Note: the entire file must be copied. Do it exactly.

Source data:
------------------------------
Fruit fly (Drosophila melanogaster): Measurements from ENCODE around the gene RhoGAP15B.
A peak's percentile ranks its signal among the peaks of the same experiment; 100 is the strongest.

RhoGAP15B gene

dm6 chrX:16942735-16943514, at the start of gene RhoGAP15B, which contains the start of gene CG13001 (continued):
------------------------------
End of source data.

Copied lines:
Fruit fly (Drosophila melanogaster): Measurements from ENCODE around the gene RhoGAP15B.
A peak's percentile ranks its signal among the peaks of the same experiment; 100 is the strongest.

RhoGAP15B gene

dm6 chrX:16942735-16943514, at the start of gene RhoGAP15B, which contains the start of gene CG13001 (continued):